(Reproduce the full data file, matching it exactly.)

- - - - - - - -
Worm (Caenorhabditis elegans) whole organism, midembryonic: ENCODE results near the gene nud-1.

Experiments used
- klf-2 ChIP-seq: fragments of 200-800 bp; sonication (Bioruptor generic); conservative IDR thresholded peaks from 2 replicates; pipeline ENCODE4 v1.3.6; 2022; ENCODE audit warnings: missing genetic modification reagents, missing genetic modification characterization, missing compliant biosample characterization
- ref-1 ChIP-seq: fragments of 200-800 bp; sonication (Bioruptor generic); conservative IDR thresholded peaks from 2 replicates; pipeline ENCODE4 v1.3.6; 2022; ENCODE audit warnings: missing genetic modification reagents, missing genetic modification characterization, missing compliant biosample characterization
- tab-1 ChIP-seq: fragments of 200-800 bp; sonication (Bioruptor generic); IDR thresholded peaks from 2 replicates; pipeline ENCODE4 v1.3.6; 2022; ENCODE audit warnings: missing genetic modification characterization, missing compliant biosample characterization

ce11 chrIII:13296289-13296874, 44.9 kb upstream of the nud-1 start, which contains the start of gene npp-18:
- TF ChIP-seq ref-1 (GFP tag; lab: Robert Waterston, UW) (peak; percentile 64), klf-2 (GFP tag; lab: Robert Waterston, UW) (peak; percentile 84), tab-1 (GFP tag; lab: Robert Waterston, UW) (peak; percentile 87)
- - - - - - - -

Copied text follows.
Worm (Caenorhabditis elegans) whole organism, midembryonic: ENCODE results near the gene nud-1.

Experiments used
- klf-2 ChIP-seq: fragments of 200-800 bp; sonication (Bioruptor generic); conservative IDR thresholded peaks from 2 replicates; pipeline ENCODE4 v1.3.6; 2022; ENCODE audit warnings: missing genetic modification reagents, missing genetic modification characterization, missing compliant biosample characterization
- ref-1 ChIP-seq: fragments of 200-800 bp; sonication (Bioruptor generic); conservative IDR thresholded peaks from 2 replicates; pipeline ENCODE4 v1.3.6; 2022; ENCODE audit warnings: missing genetic modification reagents, missing genetic modification characterization, missing compliant biosample characterization
- tab-1 ChIP-seq: fragments of 200-800 bp; sonication (Bioruptor generic); IDR thresholded peaks from 2 replicates; pipeline ENCODE4 v1.3.6; 2022; ENCODE audit warnings: missing genetic modification characterization, missing compliant biosample characterization

ce11 chrIII:13296289-13296874, 44.9 kb upstream of the nud-1 start, which contains the start of gene npp-18:
- TF ChIP-seq ref-1 (GFP tag; lab: Robert Waterston, UW) (peak; percentile 64), klf-2 (GFP tag; lab: Robert Waterston, UW) (peak; percentile 84), tab-1 (GFP tag; lab: Robert Waterston, UW) (peak; percentile 87)